While commercial real estate investors generally take a positive view on coworking, maintaining a balance of traditional and coworking space in a building is critical when it comes to creating long-term capital value. Based on CBRE’s 2018 Americas Investor Intentions Survey, investors say that a coworking occupancy of a third of the space or less, with a qualified operator, supports a healthy capital value.
“Coworking has captured the attention of both occupiers and investors and continues to gain traction in commercial real estate,” says Scott Marshall, Americas president, advisory and transaction services|investor leasing, CBRE. “While many investors are deciding how to participate, in general, investors have concerns that if coworking comprises more than a third of the rent roll of an asset, the long-term capital value could be negatively impacted.”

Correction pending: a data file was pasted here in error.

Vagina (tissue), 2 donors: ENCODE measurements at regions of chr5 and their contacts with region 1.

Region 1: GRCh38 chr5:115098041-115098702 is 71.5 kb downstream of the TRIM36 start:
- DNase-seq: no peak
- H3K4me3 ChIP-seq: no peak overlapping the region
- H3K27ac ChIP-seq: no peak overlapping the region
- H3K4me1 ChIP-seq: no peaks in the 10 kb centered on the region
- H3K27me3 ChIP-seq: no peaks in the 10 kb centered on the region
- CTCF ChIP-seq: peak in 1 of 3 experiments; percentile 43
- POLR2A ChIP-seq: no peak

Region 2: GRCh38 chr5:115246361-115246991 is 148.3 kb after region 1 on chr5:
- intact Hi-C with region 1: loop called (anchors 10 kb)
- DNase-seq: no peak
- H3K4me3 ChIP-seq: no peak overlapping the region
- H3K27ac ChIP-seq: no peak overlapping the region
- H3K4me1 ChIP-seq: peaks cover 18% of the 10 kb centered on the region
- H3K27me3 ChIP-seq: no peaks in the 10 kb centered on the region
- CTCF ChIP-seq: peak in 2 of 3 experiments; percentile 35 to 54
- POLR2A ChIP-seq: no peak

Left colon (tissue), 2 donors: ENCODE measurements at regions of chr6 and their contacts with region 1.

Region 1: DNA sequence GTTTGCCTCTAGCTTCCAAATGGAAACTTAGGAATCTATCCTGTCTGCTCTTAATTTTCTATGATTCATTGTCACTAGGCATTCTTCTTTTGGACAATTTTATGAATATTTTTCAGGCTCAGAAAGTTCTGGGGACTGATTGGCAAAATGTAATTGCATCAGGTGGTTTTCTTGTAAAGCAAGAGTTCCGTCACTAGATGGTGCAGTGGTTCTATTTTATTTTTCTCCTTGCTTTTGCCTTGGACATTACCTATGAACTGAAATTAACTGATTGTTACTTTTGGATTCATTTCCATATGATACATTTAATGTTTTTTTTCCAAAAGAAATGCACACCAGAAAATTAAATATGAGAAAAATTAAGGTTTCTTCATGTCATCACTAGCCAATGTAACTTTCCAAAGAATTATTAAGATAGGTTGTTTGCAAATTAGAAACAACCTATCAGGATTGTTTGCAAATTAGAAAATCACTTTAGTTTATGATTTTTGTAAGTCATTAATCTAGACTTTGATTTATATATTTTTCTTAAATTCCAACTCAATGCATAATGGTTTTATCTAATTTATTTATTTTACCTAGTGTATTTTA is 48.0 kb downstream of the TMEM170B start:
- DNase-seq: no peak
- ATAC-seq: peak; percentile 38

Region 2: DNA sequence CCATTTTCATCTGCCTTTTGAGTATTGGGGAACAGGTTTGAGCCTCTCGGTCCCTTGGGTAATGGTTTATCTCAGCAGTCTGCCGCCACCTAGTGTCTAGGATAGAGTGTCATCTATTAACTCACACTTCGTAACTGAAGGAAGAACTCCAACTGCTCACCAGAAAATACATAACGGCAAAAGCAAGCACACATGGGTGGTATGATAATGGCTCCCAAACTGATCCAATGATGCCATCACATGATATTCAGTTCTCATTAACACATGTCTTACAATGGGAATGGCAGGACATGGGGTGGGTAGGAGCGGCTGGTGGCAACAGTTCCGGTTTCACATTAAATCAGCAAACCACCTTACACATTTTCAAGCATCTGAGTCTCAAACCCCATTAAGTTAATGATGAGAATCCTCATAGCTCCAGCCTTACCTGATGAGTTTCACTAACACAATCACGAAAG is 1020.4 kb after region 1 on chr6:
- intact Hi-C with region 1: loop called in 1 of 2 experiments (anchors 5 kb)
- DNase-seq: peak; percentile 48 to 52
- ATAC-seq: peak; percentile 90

“Investor views continue to evolve with regard to whether coworking is accretive to asset value,” adds Chris Ludeman, global president, capital markets. “Buildings that attract the best tenants command the highest rents and valuations, and there is evidence that a best-in-class coworking operator is seen as an amenity by investment-grade tenants who continue to desire traditional lease terms. Further, a growing number of tenants view coworking space in a building as an option for periodic spikes in occupancy demand.”
According to CBRE’s survey data, industrial will continue to be the preferred property sector for 2018, although interest in retail was up year over year.